“Arad (Hebrew: עֲרָד ; Arabic: عِرَادَ) is a city in the Southern District of Israel. It is located on the border of the Negev and Judean Deserts, 25 kilometres (16 miles) west of the Dead Sea and 45 kilometres (28 miles) east of Beersheba. The city is home to a diverse population of 24,436, including Ashkenazi and Sephardi Jews, both secular and religious, Bedouins and Black Hebrews, as well as new immigrants. The city is notable for its clean, dry air and serves as a major attraction to asthmatics worldwide.
After attempts to settle the area in the 1920s, Arad was founded in November 1962 as an Israeli development town, the first planned city in Israel. Arad’s population grew significantly with the Aliyah from the Commonwealth of Independent States in the 1990s, and peaked in 2002 at 24,500 residents.”
The Artist residence in Arad.
Amos Oz used to live opposite for almost 30 years
Drawing Performance at the Contemporary Art Center
Drawing Session with Tamar Roded Shabtay
“The Dead Sea (Hebrew: יָם הַמֶּלַח Yam ha-Melah lit. Salt Sea, Arabic: البحر الميت Al-Bahr al-Mayyit), is a salt lake bordered by Jordan to the east and Israel and Palestine to the west. Its surface and shores are 429 metres (1,407 ft) below sea level, Earth’s lowest elevation on land. The Dead Sea is 304 m (997 ft) deep, the deepest hypersaline lake in the world. With 34.2% salinity (in 2011), it is 9.6 times as salty as the ocean, and one of the world’s saltiest bodies of water. This salinity makes for a harsh environment in which plants and animals cannot flourish, hence its name. The Dead Sea is 50 kilometres (31 mi) long and 15 kilometres (9 mi) wide at its widest point. It lies in the Jordan Rift Valley and its main tributary is the Jordan River…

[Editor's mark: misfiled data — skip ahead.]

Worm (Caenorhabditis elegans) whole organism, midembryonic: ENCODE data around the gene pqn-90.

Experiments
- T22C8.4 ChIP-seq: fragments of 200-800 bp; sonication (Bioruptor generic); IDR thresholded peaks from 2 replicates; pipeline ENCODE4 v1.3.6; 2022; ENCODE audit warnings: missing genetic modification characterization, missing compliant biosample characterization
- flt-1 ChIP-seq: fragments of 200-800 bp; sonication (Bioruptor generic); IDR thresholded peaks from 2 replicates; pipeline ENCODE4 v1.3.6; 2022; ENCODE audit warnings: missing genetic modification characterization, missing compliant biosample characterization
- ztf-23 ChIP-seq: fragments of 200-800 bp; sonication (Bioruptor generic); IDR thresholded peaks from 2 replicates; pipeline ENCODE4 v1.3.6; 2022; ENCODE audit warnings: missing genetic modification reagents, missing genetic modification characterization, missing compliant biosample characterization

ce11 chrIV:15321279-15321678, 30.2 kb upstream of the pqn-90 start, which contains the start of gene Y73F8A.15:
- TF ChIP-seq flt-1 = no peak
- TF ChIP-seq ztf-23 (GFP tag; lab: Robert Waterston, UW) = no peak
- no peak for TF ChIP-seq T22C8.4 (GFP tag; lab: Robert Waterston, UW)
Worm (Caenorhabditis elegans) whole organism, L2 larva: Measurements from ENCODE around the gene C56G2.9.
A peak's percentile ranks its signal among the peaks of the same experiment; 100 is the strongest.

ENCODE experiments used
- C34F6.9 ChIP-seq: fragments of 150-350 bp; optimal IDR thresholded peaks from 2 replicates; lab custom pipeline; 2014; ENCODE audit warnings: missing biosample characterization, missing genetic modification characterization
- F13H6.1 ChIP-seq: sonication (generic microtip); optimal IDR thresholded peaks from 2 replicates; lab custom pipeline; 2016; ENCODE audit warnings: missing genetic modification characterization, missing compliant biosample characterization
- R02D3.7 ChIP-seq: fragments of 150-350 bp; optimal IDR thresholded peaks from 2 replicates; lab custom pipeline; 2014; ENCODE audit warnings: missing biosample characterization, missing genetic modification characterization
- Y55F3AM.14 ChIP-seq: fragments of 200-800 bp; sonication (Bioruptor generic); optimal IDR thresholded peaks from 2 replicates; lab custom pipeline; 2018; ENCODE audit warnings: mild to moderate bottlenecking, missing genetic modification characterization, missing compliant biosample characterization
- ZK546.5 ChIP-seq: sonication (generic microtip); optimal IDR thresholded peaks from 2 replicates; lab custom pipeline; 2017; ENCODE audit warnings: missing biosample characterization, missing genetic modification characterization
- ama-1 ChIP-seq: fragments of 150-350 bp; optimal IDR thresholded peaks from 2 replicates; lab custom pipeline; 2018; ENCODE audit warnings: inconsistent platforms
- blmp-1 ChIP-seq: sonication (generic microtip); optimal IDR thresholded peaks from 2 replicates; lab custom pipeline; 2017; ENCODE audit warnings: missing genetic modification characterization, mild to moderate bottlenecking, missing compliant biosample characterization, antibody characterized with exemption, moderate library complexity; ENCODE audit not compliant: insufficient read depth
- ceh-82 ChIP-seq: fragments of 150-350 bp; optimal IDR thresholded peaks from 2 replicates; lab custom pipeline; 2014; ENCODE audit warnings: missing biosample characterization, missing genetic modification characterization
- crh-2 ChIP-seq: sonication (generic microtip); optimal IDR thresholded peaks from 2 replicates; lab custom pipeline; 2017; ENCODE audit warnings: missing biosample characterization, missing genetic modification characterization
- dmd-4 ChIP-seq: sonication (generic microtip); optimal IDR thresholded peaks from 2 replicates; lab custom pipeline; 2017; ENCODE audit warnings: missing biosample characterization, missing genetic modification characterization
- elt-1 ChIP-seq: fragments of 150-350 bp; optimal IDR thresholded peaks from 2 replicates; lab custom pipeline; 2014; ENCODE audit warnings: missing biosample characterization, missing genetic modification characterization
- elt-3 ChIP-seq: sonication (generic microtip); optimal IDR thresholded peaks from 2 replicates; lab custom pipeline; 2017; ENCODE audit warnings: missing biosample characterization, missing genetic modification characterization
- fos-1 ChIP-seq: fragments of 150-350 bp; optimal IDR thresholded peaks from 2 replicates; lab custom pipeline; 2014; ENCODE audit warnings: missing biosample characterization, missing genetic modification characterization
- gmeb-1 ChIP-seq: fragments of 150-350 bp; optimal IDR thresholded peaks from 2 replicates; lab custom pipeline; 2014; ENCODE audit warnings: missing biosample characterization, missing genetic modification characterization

The Dead Sea water has a density of 1.24 kg/litre, which makes swimming similar to floating.”
Drawing Session with Artists from Ein Gedi.
“The kibbutz was founded in 1953. It was named after the Biblical Ein Gedi, located on Tel Goren beside the kibbutz. Located on the edge of the Green Line separating Israel from the Jordanian-held West Bank, the kibbutz was completely isolated in the desert, the nearest Israeli village being several hours away via a dirt road. After the 1967 Six-Day War and Israel’s capture of the West Bank from Jordan, a road was paved from Jerusalem via Jericho and along the shore of the Dead Sea. This essentially ended the kibbutz’s isolation and opened the door to its development…
The kibbutz operates a 100 dunam (10 ha, 24.7 acre) botanical garden housing over 900 plant species from around the world. It is the only populated botanical garden in the world, with 500 residents. The garden joined the register of the Botanic Gardens Conservation International in 1994, and today is recognized by the National Geographic Society as “the 11th wonder of the world.” The garden includes date palms and Arecaceae, tropical and desert flora.”
Drawing Session with Doron in a Military Camp build by Jordan
in the 70th.
Drawing Session with Joel Ziv in the Kibbutz Kalya
Kalya (Hebrew: קַלְיָה) is an Israeli settlement and kibbutz in the West Bank. It was originally established in 1929 but was occupied and destroyed by the Jordanians in 1948; it was later rebuilt in 1968 after the Six-Day War. Located on the northern shore of the Dead Sea, 360 meters below sea level, it falls under the jurisdiction of Megilot Regional Council. In 2015 it had a population of 394.